What inspires me about Sagrada, beyond its awe-striking beauty and crafting, is that literally hundreds and hundreds of architects, artisans, masons, builders, and artists have formed links to its creation. “The creation continues incessantly through the media of man,” said Gaudí. In this sense, Sagrada Familia represents how inspired visions are erected first in our minds, and how we are all part of a magnificent collaboration that began before time. Our individual dreams for a better world are links in the chain of eternity, live manifestations streaming through the appearance of time, accompanied by masters and prophets and saints and angels.

Sometimes weeks, months, years pass when our efforts to provide inspiration or comfort seem futile. Sometimes violent events kick against our visions, they howl and snarl and dig in. When this happens, it’s tempting to give into negative, condemning thoughts. Giving in can feel like the great monument of faith we have worked so long and so hard to realize has crumbled and taken heaven with it. But we gather ourselves up again, aligning with universal Grace and Love, magnifying higher aspirations as we know them, glorifying what is transcendent—what lies beyond the reach of temporal power—and by Grace the “cathedral” reappears. In fact, it never went anywhere.

Gaudí didn’t live long enough to see the finished Sagrada. But I imagine it was complete in his mind, a vision attesting to heaven on earth, a living thing. In the same way, we writers who are giving voices to the marginalized, oppressed, and forsaken populations might not see the completed version of our world vision. However, as links in the Grand Collaboration, our efforts will uphold and bear forth as universal monuments to unity. In our persistence, like the masters before us—many named and unnamed—our “cathedrals” shield us and others from the backwash of superstition and ignorance, as surely as they will provide solace and shelter and inspiration to the disenfranchised.

Magical Realism: Finding A Very Old Man With Enormous Wings

On my twentieth birthday, a friend gave me a collection of Garcia-Marquez short stories. One in particular, “A Very Old Man with Enormous Wings,” changed me in a fundamental way. It didn’t make me wiser; it didn’t make me ponder the great wonders of the universe. This story of a winged man, crab-filled skies and astral-bottomed women with green-glowing eyes, gave my soul permission to speak. Till then, I didn’t realize it had anything to say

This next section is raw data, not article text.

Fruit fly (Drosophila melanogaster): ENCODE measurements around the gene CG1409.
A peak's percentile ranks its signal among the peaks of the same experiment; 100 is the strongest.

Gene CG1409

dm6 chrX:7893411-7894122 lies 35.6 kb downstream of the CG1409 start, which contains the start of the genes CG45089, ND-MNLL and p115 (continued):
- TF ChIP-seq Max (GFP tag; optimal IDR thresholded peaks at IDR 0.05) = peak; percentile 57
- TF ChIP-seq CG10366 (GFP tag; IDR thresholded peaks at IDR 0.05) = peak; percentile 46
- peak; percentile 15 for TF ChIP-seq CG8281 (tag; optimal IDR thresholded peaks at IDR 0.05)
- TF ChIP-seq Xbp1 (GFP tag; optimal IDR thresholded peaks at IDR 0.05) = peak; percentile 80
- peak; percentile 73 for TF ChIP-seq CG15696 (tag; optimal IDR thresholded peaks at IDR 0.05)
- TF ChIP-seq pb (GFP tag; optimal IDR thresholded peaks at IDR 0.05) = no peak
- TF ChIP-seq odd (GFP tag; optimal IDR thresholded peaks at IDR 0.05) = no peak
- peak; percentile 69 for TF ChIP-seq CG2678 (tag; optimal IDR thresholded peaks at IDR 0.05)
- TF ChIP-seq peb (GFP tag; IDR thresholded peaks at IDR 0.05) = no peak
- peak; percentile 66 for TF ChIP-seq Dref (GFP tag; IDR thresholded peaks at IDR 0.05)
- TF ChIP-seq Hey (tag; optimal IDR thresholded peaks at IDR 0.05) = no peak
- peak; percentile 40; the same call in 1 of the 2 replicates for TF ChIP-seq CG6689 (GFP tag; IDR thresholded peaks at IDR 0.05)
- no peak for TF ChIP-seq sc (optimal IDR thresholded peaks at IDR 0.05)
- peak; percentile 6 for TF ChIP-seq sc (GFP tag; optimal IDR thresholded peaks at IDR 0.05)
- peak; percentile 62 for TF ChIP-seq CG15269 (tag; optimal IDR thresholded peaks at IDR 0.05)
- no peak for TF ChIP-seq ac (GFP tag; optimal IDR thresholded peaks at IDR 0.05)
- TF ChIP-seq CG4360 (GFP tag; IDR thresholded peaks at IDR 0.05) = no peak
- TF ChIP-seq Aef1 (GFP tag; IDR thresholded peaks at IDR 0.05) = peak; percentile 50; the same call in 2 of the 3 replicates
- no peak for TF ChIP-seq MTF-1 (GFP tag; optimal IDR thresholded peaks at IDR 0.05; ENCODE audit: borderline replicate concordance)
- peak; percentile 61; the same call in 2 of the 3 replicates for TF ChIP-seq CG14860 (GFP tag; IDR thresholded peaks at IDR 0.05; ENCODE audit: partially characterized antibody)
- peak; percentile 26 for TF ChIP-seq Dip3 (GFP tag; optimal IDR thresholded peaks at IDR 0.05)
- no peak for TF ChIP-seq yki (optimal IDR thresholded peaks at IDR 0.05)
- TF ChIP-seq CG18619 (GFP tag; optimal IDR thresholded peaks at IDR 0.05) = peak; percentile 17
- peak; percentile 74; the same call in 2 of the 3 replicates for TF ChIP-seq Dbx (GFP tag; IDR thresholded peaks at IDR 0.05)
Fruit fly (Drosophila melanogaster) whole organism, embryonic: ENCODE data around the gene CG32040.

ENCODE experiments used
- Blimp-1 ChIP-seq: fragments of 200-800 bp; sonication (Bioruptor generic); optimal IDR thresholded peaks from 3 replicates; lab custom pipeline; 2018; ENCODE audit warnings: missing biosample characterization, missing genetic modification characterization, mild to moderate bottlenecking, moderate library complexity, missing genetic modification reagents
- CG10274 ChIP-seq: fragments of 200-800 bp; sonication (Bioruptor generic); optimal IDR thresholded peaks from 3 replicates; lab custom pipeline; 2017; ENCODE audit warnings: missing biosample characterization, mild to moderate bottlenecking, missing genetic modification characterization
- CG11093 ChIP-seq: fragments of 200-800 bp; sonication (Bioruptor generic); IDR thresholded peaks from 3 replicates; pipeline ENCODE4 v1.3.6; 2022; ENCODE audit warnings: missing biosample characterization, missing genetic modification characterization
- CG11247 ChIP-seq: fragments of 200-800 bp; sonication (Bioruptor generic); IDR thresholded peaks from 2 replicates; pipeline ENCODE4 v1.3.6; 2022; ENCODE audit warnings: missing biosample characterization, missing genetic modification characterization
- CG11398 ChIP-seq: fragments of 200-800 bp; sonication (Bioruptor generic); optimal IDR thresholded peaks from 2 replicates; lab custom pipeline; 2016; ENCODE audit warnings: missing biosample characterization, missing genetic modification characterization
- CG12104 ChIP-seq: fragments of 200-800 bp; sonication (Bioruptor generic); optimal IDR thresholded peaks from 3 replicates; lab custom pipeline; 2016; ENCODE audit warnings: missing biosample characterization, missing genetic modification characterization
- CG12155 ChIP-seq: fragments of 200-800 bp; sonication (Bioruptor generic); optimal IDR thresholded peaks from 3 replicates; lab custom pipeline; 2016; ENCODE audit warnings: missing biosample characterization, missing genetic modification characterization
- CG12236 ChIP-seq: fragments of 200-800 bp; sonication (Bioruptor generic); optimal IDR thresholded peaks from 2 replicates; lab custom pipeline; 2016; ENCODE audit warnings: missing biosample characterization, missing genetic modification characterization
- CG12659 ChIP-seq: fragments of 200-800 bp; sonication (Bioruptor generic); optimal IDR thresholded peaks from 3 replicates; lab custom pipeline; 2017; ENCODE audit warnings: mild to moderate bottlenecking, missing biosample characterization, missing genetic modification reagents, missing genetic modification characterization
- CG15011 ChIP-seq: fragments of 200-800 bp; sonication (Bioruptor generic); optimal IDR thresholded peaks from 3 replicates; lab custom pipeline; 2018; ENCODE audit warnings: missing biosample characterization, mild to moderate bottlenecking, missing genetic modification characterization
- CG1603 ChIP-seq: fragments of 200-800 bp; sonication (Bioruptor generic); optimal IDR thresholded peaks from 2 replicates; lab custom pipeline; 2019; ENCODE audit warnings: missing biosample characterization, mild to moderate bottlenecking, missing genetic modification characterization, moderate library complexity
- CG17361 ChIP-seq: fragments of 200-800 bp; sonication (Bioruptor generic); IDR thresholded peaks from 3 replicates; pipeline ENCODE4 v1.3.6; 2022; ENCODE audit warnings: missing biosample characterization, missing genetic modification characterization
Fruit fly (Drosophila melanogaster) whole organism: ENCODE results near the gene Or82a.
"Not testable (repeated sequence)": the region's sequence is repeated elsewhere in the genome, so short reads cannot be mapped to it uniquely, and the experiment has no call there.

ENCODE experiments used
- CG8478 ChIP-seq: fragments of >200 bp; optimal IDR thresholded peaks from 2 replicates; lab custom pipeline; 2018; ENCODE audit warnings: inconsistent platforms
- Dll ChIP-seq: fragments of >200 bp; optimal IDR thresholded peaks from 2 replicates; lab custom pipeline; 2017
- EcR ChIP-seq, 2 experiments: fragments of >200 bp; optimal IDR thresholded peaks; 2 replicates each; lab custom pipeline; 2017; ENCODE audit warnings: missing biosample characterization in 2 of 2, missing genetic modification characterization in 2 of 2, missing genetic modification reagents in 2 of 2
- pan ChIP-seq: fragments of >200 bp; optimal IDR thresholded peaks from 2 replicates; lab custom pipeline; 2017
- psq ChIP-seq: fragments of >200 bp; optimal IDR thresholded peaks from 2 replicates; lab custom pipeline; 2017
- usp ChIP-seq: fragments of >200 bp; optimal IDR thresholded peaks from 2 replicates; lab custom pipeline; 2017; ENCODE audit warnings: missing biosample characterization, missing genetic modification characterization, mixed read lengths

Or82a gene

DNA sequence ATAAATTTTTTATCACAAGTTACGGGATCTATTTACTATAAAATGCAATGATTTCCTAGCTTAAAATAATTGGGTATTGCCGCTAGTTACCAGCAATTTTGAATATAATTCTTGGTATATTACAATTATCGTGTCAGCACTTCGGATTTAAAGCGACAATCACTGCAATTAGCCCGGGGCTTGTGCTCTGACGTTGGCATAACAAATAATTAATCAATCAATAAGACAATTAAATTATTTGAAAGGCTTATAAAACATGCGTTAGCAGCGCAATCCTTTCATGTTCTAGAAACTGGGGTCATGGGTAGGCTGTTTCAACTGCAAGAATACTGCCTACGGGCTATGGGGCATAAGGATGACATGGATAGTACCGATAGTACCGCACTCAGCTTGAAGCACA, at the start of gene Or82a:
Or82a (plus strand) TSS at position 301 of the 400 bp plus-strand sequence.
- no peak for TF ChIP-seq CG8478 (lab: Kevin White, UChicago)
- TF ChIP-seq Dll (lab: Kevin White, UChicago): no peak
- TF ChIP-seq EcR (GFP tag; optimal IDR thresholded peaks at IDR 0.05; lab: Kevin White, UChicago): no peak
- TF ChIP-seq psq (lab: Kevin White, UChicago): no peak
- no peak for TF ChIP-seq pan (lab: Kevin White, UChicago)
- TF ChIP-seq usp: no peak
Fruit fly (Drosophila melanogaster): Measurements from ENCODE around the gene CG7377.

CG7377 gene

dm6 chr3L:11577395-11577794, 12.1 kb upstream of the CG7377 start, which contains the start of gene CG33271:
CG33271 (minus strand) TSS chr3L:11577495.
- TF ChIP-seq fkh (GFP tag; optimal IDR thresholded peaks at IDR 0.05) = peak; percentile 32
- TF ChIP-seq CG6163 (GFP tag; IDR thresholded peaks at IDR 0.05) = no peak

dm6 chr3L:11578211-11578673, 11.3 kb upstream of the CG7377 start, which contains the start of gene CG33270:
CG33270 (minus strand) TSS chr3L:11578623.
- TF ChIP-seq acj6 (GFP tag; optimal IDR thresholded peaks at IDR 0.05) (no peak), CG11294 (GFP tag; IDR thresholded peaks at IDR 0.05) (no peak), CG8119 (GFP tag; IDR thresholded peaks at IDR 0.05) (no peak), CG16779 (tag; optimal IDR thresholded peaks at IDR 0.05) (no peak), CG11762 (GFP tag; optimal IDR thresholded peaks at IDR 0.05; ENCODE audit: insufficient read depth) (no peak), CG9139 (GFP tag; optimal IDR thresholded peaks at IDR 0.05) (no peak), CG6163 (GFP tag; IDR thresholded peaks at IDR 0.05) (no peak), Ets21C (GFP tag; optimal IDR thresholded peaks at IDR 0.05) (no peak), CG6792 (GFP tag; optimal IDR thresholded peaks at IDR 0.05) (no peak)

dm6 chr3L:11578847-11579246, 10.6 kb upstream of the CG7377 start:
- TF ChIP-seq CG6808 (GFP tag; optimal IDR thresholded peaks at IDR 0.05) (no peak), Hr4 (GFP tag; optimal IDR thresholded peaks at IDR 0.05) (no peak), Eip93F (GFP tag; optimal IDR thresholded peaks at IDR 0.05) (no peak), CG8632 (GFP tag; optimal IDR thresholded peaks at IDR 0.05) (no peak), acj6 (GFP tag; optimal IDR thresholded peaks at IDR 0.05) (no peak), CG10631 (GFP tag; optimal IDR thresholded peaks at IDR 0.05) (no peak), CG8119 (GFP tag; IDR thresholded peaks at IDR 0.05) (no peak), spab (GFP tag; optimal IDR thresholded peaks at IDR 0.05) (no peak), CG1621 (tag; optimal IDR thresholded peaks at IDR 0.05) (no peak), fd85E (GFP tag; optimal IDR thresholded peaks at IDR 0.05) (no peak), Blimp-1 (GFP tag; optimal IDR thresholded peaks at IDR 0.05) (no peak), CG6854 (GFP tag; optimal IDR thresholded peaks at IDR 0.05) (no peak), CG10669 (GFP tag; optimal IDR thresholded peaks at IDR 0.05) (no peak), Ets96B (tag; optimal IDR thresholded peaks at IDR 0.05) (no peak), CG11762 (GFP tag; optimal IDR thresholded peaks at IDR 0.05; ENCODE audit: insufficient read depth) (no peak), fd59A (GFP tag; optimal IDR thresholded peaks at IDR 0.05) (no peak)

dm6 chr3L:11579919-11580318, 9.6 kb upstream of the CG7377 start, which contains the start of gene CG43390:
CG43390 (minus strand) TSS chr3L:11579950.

Over time, I discovered that being a writer was a lot like raising a child with a stern grandmother standing behind you: the minute one stage ends, she points to a worse one coming up. Or so I thought until I attended a university lecture. The speaker of the night was the infamous and notorious Junot Diaz. Of the many profound insights he offered, this one made the biggest impression: writers should ignore other people’s opinions. Pondering his lecture helped me enormously when writing a first NTBP (never-to-be-published) novel because it turns out I couldn’t remember anything else he said. For a while, his advice enabled me to indulge in soliciting feedback from others and then ignoring it entirely.

After decades of writing for the pure joy of it, I can say one thing for sure. A good yarn is hard to come by. I can assure you I have many other pearls of wisdom, and am confident that because of this I need not fear that you will be influenced solely by my lack of impressive credentials, publishing credits or celebrity endorsements.

In order to share a little more about my influences, two footnotes come to mind.

First, I never planned to be a writer. In fact, I had reading challenges in my early years. It wasn’t until high school that I learned to read fluently, an achievement to which I give Franz Kafka partial credit. You see, I could not put down “The Metamorphosis.” After this, I simply could not not write. This led to a series of notebooks, teenage rants on how it feels to live in a perpetual state of underwater.

Second, after getting my first NTBP novel and screenplay out of the way, I interned and later wrote freelance for a local newspaper. Writing human-interest stories, restaurant, movie, and book reviews on deadline taught me a very important lesson: to stop niggling and get the first draft down.

Around that time, Magical Realism took me hostage, literally. To begin with, I was raising a son who did things differently. He walked, talked, and learned differently than most inhabitants of this galaxy. This experience caused me to question every reasonable belief, opinion, and judgment I had accepted about the nature of reality and God. It sent me on a wild quest for answers, a long, fruitful adventure into spiritual study and practice, a degree in literature and writing, gushing first drafts and furious ruminations, and the first fruits of which were a collection of short stories involving a leopard who dreams of being a businessman, a lovelorn medical resident who gives cadavers psychic readings, Euripides and Sophocles jotting down inspired lines while girl and boy watching at an outdoor café.

Since then, I have been snatching words and phrases out of the ethers to record them like they were potent charms. Magical Realism allows me room to explore themes of love, identity, spirituality, power, social/political concepts, and the nature of reality from a fresh point of view. It gives my imagination freedom to run. It lit the spark of a thirteen-year fire that fueled the writing of The Improbable Wonders of Moojie Littleman, my debut novel.

This post is part of the Magic Realism Blog Hop 2017. Lots of blogs are taking part this year, all posting about magic realism in some form or other. Just click the links below to “hop” around the blogs. Have fun!

The Hop runs from 28th – 30th July, although you will be able to visit after that. Posts will be added throughout the three days, so do come back and see what’s new.

LINK to Blog Hop: http://magic-realism-books.blogspot.co.uk/2017/07/welcome-to-magic-realism-blog-hop-2017.html